Government consults on toughening CAA powers

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Proposals include refunding Atol holders for cancelled flights. Ian Taylor reports

The government is consulting on changes to air passenger rights which would see airlines legally required to refund Atol holders for cancelled flights booked as part of package holidays. 

The proposal is part of a Department for Transport consultation on Aviation Consumer Policy Reform, launched on January 31, which includes tougher Civil Aviation Authority (CAA) enforcement powers so the regulator can fine companies without going to court.

It also proposes revising and, in some cases, increasing consumer compensation for delays to UK domestic flights, with a sliding scale of payments based on the cost of travel for delays over an hour rather than a set amount for delays of three hours plus, as at present.

The consultation makes clear the changes would allow the CAA to fine carriers for failing to pay refunds for cancellations within seven days as required under EU Regulation 261 on air passenger rights which forms part of UK law.

But more important for package organisers, it notes a travel industry “call for package organisers to be able to make a claim through legislation on behalf of the consumer for a full refund where a flight that is part of a package holiday is cancelled”.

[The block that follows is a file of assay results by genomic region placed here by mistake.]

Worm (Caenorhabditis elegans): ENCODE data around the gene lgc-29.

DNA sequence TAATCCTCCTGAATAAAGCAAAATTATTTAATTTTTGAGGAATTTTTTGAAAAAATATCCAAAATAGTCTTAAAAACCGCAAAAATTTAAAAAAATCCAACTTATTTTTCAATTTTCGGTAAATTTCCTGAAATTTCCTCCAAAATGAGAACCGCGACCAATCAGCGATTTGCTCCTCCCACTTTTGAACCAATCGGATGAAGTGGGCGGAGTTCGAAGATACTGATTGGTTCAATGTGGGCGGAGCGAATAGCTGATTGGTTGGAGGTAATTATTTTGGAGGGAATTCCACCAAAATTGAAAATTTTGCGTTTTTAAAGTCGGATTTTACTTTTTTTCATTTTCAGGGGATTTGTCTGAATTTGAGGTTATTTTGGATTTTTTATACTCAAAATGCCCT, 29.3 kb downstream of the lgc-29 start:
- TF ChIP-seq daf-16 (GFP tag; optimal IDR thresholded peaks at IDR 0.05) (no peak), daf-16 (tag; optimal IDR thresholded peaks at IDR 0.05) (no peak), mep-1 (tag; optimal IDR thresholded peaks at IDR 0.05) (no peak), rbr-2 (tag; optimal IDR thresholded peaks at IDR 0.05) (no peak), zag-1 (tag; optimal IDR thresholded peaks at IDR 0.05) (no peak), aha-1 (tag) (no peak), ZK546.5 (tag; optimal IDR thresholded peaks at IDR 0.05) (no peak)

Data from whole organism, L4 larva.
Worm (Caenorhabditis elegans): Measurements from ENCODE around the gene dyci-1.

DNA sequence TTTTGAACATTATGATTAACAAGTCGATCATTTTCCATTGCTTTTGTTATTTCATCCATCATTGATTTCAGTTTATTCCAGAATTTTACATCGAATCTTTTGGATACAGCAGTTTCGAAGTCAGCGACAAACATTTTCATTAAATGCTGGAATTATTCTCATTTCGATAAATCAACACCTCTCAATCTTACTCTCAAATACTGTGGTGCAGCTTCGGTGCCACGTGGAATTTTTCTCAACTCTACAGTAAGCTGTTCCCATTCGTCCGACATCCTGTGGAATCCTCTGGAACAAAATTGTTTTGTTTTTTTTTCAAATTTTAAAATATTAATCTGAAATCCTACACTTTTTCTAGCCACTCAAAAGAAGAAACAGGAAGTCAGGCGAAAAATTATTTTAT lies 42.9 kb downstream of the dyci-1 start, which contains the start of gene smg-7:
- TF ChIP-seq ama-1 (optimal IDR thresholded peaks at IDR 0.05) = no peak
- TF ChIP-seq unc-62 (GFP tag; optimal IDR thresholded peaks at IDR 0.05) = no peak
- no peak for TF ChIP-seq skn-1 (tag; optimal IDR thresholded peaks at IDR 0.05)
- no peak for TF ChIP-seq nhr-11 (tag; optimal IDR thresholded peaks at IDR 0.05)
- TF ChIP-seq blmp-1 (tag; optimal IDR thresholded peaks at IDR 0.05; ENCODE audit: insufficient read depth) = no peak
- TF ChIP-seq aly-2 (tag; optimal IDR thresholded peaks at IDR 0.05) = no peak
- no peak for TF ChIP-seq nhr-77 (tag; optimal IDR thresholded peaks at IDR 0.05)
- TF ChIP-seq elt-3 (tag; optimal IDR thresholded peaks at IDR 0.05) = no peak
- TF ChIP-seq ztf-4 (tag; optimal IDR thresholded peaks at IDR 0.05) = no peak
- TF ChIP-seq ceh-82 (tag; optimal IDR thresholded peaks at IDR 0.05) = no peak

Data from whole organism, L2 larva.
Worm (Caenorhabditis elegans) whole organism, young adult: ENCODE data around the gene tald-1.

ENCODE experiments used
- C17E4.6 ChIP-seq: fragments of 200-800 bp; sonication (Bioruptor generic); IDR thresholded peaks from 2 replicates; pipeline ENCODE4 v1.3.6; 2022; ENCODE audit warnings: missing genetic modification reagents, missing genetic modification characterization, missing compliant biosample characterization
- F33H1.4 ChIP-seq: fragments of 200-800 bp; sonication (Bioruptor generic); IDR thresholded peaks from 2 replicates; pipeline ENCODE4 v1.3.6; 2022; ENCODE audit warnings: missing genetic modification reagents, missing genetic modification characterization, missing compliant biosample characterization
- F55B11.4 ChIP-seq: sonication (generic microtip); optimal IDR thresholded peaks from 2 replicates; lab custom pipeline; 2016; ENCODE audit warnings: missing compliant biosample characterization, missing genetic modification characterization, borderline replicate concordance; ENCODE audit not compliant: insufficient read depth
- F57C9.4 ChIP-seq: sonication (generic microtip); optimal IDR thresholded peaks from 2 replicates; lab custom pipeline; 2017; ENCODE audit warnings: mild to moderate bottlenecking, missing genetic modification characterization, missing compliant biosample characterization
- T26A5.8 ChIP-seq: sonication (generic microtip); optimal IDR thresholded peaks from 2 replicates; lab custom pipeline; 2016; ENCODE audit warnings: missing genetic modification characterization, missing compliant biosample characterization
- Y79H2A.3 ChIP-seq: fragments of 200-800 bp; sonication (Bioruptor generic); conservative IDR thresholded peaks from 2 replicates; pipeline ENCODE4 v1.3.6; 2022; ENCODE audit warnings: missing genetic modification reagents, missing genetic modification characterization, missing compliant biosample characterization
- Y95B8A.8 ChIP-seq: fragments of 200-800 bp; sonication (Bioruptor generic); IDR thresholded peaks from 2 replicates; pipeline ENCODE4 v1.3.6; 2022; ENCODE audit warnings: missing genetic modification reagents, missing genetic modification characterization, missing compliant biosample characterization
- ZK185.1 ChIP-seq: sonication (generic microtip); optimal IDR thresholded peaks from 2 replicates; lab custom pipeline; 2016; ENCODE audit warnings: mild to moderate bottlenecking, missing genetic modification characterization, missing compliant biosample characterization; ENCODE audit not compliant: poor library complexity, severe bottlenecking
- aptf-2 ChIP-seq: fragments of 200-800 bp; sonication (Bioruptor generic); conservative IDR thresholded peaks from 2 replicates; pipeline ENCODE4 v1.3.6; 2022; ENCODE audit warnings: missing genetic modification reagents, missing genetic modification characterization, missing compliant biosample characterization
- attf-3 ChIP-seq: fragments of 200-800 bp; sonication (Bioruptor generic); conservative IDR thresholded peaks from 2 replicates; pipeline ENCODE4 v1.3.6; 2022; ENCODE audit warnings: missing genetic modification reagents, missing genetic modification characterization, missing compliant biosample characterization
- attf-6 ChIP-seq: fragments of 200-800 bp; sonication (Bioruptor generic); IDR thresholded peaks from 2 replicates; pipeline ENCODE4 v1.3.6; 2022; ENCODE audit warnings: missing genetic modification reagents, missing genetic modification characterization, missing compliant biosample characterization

It proposes a revision that “would make clear in legislation the right for the package organiser to recoup the refund from the airline”.

The consultation notes: “This would not affect the rights of the individual consumer, who would continue to receive their refund through the package organiser, nor should it affect airlines who would ordinarily do this through the commercial arrangement with the package organiser.”

This should delight Atol holders which have struggled to obtain refunds from carriers through the pandemic.

However, the reference to “the commercial arrangement with the package organiser” suggests it may not apply to carriers such as Ryanair which refuse commercial arrangements with the trade.

The consultation document also makes no reference to the fact that a “right of redress” from “third parties which contributed to the event triggering compensation” to a customer is already available to organisers of package holidays in the Package Travel Regulations of 2018.

The CAA’s enforcement powers are currently limited. It must go through a process of issuing warning letters and pursuing undertakings on compliance before seeking court enforcement.

On delay compensation, the consultation notes it is responding to aviation industry calls “to rebalance the rates for compensation to be more representative of the cost of travel”. It proposes consumers be entitled to 25% of the ticket price for a domestic flight delay over an hour, 50% for a delay over two hours and 100% for three hours.

It also proposes carriers be required to join the aviation Alternative Dispute Resolution scheme, which is currently voluntary, and to compensate wheelchair users in full for damage to equipment on domestic flights.

The government hailed the proposals as “made possible thanks to the UK’s departure from the EU”. Transport secretary Grant Shapps said: “We’re making the most of our Brexit dividend.”

The consultation runs to March 27.

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